Monday, June 16, 2008

Digging Into the RH Rear Inner Rocker

Friday I removed the front half of the inner rocker reinforcement plate so this shot is a view of the inside of the passenger side outer rocker panel toward the front. Most of the rust you see in this picture is surface rust with the exception of the very front where you can see a cancer hole at the bottom. I'm going to patch that and clean up the rest with a grinder. Toward the bottom right of the picture you can see the top side of the right hand lower reinforcement box. I left the section of the inner rocker reinforcement plate attached to that box to continue to support the frame rail of the car where my jack stand is located. Were I to cut the lower reinforcement away from the remainder of the inner rocker, I doubt the frame rail could support the weight of the car and things would bend out of alignment. I'm going to need to relocate the front jack stand eventually though.

Tonight I started to cut away everything I could that was in the way of removing the remainder of the inner rocker at the back of the car. The brace laying at the bottom of the picture was welded to the box structure you see to the upper left side of the picture just behind the rear of the door opening. The brace is also laying on top of the rear torque box cover which I also need to cut away from the inner rocker.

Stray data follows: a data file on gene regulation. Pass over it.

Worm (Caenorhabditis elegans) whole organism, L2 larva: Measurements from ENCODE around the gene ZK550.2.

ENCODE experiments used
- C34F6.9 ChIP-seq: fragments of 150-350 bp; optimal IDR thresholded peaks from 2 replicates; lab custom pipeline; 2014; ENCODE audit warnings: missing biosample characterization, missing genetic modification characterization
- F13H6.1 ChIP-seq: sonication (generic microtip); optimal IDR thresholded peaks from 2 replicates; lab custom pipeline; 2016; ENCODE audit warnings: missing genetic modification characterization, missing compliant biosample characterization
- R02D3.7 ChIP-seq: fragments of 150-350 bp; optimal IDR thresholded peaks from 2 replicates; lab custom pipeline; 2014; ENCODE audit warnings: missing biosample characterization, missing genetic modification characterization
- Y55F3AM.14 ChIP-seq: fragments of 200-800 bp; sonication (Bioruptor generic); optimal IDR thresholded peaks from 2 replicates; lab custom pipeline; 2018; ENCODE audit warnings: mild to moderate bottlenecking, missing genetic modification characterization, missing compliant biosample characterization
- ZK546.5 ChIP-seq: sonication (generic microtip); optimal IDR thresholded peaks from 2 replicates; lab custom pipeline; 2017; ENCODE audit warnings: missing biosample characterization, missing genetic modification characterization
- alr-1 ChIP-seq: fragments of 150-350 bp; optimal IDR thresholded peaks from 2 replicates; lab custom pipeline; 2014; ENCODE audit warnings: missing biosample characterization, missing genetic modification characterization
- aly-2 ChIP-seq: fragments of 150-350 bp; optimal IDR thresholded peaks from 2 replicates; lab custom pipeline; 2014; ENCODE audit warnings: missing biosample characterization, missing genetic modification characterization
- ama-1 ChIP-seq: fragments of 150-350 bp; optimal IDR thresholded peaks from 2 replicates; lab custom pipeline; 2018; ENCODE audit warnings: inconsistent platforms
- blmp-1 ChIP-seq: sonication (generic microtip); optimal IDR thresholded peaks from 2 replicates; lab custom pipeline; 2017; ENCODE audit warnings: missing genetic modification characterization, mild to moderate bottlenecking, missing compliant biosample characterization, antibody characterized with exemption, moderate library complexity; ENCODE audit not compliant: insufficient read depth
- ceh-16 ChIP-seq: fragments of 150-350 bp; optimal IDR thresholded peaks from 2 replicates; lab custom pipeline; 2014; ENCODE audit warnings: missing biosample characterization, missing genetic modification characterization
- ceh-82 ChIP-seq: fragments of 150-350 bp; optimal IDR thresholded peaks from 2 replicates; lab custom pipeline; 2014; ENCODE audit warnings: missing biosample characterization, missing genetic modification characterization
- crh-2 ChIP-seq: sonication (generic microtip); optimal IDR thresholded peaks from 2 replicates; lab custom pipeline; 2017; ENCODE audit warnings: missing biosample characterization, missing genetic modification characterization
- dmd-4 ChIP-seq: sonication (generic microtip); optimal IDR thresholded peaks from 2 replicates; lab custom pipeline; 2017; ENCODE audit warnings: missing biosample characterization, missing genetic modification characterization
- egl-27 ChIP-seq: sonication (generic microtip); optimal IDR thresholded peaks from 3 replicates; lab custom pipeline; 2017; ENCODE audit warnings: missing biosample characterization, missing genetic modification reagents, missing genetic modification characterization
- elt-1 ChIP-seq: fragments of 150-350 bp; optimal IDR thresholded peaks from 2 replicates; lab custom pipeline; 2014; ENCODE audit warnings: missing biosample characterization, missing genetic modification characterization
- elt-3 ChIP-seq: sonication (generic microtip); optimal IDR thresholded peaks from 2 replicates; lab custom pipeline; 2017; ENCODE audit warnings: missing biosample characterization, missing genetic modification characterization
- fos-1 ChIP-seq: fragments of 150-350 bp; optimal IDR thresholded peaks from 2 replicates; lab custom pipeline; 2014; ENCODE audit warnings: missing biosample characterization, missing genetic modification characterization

Additionally, I need to remove this long angular brace. I'm unsure how I'll do that though as it goes through the rear seat trunk panel. I've already cut the welds along the inner wheel well and I'll probably just cut it in half just shy of the rear seat transition (the hump). There's a little rust spot at the lower left edge of this brace that I need to patch plus it's in the way of the installation of the floor so it's gotta come out.

Thursday, June 12, 2008

Seat Pedestal Removal